Space Considerations: Harnessing the Value of the Built Environment to Design Your High-Performance Laboratory
Life science developers, universities, and research institutions require their spaces to support and enhance the latest discoveries. Not only do these buildings need to offer leading scientific technology and smart space planning, but also robust sustainable solutions that negate energy consumption.
Also crucial for the future of scientific discovery are venues for interdisciplinary collaboration. As time goes on, the complexity of remaining scientific mysteries is escalating. These quandaries are uncovered when specialized minds trained in different fields put their brain power together. When these concepts unite, a truly high-performance laboratory is created—one that supports researchers today and is primed to meet the scientific and environmental challenges of the future.
But what about the value of your existing building stock? Can these facilities—with all their embedded carbon be—transformed into high-performance labs of the future? We have considered these needs in the face of current and future challenges and are confident saying that although we are living in one of the most challenging moments in our recent history, with everything from rapid climate change to global pandemics, we offer up a few key trends in lab design that are focusing our thinking toward developing the next generation of high-performance labs.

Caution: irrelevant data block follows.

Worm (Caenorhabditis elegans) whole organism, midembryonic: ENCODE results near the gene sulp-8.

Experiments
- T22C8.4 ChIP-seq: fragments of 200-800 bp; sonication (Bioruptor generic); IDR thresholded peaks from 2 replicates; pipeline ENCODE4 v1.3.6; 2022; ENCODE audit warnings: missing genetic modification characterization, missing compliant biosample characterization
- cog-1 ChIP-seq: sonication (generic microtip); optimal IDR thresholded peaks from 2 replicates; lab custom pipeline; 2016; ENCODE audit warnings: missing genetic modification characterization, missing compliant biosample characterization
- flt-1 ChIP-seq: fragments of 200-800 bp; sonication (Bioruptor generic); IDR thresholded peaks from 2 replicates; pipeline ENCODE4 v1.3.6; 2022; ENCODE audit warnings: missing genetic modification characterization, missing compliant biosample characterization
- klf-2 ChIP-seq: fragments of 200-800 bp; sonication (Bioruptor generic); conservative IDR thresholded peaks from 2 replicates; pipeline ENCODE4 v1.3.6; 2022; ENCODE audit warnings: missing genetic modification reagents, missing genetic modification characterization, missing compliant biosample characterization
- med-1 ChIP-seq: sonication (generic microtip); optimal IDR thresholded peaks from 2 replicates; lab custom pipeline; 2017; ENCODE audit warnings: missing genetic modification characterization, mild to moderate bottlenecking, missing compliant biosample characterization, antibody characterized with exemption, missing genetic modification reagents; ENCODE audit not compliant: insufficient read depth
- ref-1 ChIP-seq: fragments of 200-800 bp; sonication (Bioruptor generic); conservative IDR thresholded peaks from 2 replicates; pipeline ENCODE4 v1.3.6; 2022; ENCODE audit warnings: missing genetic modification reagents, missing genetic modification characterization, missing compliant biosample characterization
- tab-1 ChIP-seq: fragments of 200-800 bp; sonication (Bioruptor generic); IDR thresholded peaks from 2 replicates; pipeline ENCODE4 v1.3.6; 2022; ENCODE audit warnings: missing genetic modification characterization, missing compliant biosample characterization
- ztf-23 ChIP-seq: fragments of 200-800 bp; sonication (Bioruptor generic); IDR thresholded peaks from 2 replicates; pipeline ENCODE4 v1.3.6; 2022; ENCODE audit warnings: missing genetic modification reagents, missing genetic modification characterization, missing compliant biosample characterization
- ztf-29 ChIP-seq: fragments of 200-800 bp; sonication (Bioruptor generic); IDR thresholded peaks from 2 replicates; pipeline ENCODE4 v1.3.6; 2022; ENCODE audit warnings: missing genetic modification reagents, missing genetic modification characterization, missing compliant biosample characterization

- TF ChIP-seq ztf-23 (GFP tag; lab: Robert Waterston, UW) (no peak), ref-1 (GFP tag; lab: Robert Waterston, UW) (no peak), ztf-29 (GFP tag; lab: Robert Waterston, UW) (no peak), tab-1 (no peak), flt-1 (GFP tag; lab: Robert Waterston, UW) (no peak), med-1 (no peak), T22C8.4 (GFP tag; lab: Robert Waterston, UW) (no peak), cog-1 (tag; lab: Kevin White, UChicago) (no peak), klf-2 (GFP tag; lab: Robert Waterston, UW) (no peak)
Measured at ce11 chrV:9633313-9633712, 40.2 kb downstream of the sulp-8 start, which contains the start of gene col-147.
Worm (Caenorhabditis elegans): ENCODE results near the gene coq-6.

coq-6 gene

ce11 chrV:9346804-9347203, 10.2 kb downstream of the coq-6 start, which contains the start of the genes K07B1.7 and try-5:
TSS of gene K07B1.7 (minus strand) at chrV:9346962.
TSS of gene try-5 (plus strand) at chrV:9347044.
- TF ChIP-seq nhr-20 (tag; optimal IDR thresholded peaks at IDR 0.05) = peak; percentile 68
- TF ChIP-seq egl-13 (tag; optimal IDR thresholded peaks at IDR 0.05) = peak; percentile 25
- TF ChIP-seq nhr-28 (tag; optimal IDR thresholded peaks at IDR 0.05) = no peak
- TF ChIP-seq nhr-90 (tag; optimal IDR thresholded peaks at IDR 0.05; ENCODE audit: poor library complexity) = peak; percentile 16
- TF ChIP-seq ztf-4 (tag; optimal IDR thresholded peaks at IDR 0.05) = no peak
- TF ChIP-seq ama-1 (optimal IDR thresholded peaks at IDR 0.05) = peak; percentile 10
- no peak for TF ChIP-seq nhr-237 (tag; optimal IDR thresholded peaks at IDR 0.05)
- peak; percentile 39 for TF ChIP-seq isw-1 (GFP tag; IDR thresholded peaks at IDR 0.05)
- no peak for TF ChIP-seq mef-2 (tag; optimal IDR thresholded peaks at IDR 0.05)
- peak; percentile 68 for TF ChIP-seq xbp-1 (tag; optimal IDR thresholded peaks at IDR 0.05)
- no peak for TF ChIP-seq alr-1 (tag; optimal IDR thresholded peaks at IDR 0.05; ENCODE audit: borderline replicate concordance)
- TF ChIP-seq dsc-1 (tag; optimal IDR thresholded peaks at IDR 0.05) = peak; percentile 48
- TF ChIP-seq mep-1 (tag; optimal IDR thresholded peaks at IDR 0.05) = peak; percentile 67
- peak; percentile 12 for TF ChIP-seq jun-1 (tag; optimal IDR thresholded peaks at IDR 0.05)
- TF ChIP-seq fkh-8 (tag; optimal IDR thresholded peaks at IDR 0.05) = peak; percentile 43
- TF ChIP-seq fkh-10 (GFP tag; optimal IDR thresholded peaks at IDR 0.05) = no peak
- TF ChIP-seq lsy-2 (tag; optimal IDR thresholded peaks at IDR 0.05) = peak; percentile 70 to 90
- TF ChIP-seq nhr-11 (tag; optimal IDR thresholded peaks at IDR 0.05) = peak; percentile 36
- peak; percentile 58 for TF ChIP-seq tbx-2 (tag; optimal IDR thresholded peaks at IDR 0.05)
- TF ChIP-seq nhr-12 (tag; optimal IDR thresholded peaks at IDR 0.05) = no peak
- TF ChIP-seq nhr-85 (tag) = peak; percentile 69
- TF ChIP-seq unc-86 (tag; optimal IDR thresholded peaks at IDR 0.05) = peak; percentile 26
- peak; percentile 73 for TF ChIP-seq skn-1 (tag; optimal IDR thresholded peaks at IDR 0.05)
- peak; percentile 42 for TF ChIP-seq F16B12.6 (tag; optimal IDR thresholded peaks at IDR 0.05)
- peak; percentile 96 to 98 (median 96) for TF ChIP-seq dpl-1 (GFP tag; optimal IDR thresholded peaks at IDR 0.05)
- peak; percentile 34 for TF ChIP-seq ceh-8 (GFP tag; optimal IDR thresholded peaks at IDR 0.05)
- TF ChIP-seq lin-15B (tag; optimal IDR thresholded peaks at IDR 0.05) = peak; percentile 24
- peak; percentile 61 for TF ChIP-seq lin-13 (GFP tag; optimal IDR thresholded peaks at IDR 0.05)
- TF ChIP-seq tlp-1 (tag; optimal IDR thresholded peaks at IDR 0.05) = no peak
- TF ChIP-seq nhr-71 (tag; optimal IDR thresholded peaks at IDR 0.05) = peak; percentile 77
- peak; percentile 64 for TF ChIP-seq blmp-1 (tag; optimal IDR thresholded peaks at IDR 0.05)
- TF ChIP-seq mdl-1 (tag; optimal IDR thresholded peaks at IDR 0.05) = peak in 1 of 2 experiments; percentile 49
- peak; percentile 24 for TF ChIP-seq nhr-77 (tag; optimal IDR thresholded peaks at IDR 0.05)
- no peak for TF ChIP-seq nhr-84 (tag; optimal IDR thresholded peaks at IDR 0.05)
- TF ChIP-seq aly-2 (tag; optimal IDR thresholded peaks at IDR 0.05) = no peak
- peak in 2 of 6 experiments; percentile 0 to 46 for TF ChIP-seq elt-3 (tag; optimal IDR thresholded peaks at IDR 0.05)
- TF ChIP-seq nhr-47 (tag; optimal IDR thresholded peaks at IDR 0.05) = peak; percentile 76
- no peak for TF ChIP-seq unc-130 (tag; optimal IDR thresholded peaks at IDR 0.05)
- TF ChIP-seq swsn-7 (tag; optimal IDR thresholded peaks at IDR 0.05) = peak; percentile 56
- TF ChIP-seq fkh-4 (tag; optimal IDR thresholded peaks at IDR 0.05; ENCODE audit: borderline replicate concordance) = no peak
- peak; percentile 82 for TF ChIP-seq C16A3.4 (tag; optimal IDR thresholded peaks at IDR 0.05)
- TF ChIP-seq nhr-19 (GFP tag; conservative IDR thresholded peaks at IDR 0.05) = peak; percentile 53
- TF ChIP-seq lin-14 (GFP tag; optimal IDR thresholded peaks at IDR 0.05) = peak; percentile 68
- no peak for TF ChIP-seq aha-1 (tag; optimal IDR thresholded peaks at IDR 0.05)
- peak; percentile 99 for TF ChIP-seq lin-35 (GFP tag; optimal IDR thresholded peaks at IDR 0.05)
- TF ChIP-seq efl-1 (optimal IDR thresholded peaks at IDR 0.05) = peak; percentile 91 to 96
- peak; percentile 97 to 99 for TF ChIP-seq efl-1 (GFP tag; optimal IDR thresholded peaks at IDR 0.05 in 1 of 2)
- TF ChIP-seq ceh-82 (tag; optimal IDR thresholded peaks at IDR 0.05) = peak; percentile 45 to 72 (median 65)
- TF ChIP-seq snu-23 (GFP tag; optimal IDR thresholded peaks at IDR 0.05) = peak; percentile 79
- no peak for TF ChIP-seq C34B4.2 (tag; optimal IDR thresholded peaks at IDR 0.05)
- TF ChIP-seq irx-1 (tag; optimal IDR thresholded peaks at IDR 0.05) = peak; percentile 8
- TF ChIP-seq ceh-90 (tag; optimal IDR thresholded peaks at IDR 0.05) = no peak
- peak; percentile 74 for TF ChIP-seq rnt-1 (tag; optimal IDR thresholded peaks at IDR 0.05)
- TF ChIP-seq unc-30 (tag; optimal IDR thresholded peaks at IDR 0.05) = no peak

- Understand the sustainable value of an existing building stock's embedded carbon, and how to maximize this value in future-proofing the facility;
- Investigate methods for providing robust sustainable solutions in renovated facilities that minimize energy consumption;
- Explain how isolated lab spaces of the past can be opened up to promote interdisciplinary collaboration and overcome the difficulties existing buildings often pose; and
- Identify trends in laboratory design that are focusing toward developing the next generation of high-performance labs.
Chris Ertl is an architect and DLR Group's Science+Technology Leader with 25 years experience planning and designing complex laboratory facilities around the world. Chris is a proponent of high-performance laboratory design and is the current Vice President of the Heart of America chapter of I2SL.
As project manager for DLR Groups S+T Team, Dave sees his role as an advocate for the scientists, engineers and others who use lab environments. His focus on elevating the human condition through design drives Dave and his team to support their amazing aspirations. Dave currently serves on the I2SL Sustainable Laboratory User Manual Working Group.
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